February 7-9

 

Happiness, Morality, Democracy

 

February 7 The Philadelphia Story (film), Stanley Cavell, from Pursuits of Happiness (ELC);

 

February 9 Nussbaum, “Exactly and Responsibly” (Davis and Womack, 59-79); skim (no need for close reading) Diamond “Henry James, Moral Philosophers, Moralism,” (Davis and Womack, pp. 252-70)

  

 

February 14-16

 

Substitution; Bioethics

 

Februay 14 J.M. Coetzee’s Elizabeth Costello

 

February 16 J.M. Coetzee’s Elizabeth Costello

 

February 21-23

 

Biocentrism, Suffering, Analogy/Equivalence

 

February 21 Margaret Atwood’s Snake Poems (ELC)

 

February 23  Gubar, “Poets of Testimony”; Marshall, “Forget the

Phallic Symbolism, Consider the Snake” (Davis and Womack, pp.

165-208)

 

February 28-March 2; March 14-16

 

Witness, Didacticism, Prophecy

                                 

February 28 Spielberg’s Schindler’s List

March 2 Davis and Womack, “The List is Life” (Davis and Womack, pp. 151-64); paper 2 due

 

March 14 Toni Morison Beloved

 

March 16 Beloved cont’d and Phelan “Sethe’s Choice” (Davis and Womack, pp. 93-109)

 

March 21-28

 

Feeling, Alienation, Desire, Alterity, Narcissism

 

March 21 Leonard Cohen selected works, Lundeen, “Who Has the Right to Feel?” (Davis and Womack, pp. 83-92)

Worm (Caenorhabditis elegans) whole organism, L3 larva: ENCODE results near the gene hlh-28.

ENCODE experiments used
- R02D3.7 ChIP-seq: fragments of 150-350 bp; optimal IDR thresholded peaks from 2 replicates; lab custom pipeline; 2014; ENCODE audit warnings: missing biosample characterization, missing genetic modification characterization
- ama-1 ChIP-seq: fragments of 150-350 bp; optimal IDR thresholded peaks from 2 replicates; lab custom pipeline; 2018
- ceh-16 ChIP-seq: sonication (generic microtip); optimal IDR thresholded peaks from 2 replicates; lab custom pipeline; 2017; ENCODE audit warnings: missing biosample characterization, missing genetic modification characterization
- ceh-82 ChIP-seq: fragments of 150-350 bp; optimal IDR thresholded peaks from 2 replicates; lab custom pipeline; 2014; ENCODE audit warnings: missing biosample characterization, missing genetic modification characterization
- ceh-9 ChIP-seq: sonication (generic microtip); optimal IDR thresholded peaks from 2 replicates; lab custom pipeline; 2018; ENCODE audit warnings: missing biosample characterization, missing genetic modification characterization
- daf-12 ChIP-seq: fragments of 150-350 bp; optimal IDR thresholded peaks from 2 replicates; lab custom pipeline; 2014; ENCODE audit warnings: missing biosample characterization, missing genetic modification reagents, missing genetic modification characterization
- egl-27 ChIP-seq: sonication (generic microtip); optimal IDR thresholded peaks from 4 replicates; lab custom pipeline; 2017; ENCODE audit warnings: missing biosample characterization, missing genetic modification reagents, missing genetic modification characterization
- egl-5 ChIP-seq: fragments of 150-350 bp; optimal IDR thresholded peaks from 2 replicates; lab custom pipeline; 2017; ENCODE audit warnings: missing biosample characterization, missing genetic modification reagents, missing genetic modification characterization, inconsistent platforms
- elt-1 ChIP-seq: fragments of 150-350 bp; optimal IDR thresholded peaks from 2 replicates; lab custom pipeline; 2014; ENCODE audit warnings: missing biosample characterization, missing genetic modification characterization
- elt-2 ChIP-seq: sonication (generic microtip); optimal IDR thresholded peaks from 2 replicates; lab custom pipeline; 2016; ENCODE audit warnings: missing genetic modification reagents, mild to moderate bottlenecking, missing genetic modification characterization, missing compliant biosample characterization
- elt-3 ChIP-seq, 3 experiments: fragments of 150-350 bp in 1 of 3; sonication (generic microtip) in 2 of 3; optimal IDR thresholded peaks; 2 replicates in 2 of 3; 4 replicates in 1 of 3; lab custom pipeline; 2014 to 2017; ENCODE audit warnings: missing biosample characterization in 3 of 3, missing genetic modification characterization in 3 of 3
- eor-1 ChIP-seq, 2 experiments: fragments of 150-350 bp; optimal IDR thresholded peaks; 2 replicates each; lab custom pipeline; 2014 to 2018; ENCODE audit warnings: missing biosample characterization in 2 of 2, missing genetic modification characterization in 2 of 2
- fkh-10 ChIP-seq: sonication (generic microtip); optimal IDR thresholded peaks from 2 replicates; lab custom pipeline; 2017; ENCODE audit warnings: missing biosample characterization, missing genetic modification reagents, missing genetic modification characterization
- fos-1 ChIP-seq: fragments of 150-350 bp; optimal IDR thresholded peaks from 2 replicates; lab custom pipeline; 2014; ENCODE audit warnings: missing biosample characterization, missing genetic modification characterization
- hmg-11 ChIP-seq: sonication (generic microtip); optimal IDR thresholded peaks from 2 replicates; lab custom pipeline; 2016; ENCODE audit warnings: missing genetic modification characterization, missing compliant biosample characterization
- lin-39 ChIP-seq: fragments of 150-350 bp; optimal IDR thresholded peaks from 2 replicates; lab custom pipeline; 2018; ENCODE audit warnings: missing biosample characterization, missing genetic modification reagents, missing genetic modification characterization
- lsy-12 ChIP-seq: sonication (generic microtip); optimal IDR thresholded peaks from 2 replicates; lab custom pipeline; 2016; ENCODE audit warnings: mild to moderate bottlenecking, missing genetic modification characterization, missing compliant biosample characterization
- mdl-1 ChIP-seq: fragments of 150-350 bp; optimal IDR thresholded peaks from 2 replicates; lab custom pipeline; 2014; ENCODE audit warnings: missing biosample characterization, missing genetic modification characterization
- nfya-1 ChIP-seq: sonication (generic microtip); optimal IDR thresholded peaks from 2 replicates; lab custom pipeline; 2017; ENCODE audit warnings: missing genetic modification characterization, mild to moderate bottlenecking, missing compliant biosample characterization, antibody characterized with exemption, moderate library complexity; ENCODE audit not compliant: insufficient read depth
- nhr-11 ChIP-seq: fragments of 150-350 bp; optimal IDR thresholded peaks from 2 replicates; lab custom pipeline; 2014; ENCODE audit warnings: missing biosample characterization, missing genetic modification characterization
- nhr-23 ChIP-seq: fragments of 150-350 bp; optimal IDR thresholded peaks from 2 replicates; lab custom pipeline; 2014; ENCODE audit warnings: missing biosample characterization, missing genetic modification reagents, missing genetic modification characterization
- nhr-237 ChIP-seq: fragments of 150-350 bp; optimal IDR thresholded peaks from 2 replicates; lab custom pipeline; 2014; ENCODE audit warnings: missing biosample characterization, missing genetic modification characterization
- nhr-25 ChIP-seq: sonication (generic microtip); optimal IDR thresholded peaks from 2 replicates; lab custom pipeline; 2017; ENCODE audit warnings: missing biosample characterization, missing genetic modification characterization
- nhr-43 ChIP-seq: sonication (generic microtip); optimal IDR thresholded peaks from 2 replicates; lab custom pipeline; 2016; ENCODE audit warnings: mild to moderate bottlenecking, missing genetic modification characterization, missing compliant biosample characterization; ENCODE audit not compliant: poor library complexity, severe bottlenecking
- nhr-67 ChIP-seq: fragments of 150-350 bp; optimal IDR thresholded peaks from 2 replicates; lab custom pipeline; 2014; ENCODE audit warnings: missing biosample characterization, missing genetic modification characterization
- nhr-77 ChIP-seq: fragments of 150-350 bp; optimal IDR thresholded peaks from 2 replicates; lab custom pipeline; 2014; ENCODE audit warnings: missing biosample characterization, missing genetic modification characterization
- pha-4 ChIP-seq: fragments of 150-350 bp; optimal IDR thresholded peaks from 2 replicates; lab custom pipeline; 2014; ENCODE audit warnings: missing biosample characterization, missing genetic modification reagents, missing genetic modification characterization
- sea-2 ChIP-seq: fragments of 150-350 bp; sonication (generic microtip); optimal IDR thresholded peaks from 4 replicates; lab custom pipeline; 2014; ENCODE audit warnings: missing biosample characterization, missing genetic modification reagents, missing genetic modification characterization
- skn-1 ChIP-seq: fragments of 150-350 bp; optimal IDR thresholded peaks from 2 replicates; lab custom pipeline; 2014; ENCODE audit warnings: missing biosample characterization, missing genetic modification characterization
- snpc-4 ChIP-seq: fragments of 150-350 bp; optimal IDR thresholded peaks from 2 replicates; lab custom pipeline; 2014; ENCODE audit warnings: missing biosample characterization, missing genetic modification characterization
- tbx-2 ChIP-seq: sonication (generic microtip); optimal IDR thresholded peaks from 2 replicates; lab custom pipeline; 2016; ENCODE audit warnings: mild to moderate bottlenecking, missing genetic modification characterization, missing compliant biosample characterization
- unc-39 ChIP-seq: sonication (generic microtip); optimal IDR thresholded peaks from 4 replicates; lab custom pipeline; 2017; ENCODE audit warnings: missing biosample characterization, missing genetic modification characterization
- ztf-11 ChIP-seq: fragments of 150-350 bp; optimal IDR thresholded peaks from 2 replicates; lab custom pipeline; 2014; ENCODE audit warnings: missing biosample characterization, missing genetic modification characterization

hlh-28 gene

March 23 Leonard Cohen, cont’d; from Michael Ondaatje, Leonard Cohen, and Winfried Siemerling, Discoveries of the Other: Alterity in the Work of Leonard Cohen, Hubert Aquin, Michael Ondaatje, and Nicole Brossard       

 

March 28 Leonard Cohen, cont’d

March 30; April 4-6

 

Race and Power, Violence, Cosmopolitan vs. National Ethics

 

March 30 J. M. Coetzee, Disgrace

 

April 4 Disgrace, cont’d; paper 3 due

 

April 6 Hanssen Walker, “Moral Repair and Its Limits” (Davis and Womack, pp. 110-27);

  

April 11-20

 

Sexual Difference, Women and Power

 

April 11 Aphra Behn’s “History of the Nun”; Judges 4 and 5; Joshua 2

(handouts and bible, any English translation) (all on ELC)

 

April 13 Gaslight; from Stanley Cavell, Contesting Tears

 

April 18 Thomas Otway, The Orphan

 

April 20 The Orphan and Gaslight, cont’d

 

April 25

Concluding Discussion focused on Student Projects

Projects due: May 2, by 6:30 p.m.